No, placebo effect means that you are convinced that what you take has an effect so you indeed get a response. It can apply to basically everything. In the case of an antidepressant, it means that you convince yourself that you feel something so you feel better and start behaving differently, thinking that it is the drug, when in fact it is only your doing. It shows how strong is the influence of our psyche. Even for physical disease, it has been proven that sometimes, when a patient is convinced that a particular drug will work, you can observe some improvement even if he only takes a sugar pill (of course I am not saying that it is systematic and that you can cure, let's say a cancer, with sugar pills and a placebo effect). But that has been documented.
But in my case i don't know if it was a placebo effect that made exposure easier or if the med had a real effect due to its chemical components. In any case, I wambetter now and that is all that matter. I even had my first sexual experience last week end, that is a huge confidence booster. Even if the effect of the med fade out, I feel now confident and normal enough to live as I want (more or less, like most people of course).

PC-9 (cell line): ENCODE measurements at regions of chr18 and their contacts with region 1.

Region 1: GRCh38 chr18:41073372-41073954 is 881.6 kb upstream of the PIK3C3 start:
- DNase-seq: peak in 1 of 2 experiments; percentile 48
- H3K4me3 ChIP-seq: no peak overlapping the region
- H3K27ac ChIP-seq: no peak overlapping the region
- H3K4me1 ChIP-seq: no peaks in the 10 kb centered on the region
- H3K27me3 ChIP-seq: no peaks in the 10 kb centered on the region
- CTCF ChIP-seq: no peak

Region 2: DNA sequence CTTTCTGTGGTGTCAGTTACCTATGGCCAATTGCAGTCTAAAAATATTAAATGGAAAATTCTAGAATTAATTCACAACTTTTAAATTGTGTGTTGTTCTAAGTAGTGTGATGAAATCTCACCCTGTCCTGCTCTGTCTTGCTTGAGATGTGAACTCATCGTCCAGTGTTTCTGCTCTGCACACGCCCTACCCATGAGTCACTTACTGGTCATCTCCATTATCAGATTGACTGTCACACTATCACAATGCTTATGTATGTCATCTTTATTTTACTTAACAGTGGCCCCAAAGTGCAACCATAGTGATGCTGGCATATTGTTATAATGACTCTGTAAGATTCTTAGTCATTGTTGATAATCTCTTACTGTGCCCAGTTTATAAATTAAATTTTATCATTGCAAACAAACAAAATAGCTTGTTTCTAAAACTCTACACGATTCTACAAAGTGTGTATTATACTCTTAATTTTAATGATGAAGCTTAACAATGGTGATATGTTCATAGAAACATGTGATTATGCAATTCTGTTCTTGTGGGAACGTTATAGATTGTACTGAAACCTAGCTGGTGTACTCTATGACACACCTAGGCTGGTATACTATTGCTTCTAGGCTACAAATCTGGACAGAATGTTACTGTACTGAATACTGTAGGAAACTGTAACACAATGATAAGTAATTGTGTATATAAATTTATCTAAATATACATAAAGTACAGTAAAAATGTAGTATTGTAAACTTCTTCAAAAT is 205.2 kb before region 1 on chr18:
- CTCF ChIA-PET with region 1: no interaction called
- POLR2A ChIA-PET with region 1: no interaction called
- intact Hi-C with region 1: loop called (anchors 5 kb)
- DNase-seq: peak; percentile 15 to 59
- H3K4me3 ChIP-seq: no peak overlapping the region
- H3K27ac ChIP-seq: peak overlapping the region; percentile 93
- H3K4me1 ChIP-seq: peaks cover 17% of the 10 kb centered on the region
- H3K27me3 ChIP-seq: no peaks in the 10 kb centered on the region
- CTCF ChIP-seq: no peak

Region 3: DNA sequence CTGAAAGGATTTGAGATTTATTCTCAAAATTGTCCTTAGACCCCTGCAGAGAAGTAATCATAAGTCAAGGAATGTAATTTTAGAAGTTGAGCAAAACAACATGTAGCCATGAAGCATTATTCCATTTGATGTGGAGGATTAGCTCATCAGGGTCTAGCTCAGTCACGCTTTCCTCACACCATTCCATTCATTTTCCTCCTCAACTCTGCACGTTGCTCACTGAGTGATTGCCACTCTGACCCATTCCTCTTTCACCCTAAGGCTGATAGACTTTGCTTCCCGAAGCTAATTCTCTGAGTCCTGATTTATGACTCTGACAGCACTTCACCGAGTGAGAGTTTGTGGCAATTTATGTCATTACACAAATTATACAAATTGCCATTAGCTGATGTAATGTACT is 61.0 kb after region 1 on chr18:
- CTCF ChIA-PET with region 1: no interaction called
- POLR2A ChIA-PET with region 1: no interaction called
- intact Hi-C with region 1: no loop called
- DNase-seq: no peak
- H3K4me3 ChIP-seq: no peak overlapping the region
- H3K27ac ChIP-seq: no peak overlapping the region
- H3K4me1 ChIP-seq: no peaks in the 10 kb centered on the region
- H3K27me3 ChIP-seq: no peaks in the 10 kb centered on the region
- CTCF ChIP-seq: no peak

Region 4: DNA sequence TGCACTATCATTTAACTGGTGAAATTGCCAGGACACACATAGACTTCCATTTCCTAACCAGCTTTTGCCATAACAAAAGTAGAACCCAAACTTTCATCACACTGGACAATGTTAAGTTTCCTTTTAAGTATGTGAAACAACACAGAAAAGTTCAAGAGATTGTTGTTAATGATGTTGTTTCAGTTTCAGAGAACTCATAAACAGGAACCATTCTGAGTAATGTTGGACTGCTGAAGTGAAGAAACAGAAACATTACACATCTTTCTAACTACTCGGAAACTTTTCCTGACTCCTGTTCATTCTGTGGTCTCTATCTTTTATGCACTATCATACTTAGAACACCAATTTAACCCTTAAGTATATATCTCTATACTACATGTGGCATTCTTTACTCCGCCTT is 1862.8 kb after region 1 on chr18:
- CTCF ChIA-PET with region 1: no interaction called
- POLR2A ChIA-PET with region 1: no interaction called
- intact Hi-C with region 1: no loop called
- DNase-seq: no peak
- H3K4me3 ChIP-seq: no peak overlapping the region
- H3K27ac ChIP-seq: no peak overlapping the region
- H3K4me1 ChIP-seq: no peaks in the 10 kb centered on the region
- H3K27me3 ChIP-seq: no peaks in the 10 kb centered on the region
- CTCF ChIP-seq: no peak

I think med worth a try if you really feel down. I had some unpleasant experience with some of them (nothing dramatic though), but I was really in a bad place when i started paxil and now I feel better than ever before (that's not complicated, as long as I remember I have never felt happy). Just don't expect miracles from it.
Yes, I am familiar with the placebe effect. I watched a documentary about it earlier this year and there's plenty of reasearch being done on it. As you also mentioned, for some the placebo effect can work really well. While there hasn't been much progress made in terms of understanding how it works, a few things seem to enhance the effect. For example, the more expansive the "medication" the better the result tends to be (on average). It even worked for a certain type of knee surgery.
Much like SA and many health issues, maybe in the future we'll have better understanding and diagnostics.
In my case, SA is finally gone completely (recently). I guess I was somewhat lucky and my SA issues were more context based but didn't affect how I felt in general. While I wanted to overcome it without drugs, had I known that SA reduction in certain contexts would take much longer than I expected (e.g. in the most intense case almost a decade), I may have done things differently.
As you mentioned, I know that others seem to be dealing with other aspects as well and medication can be beneficial temporary tool.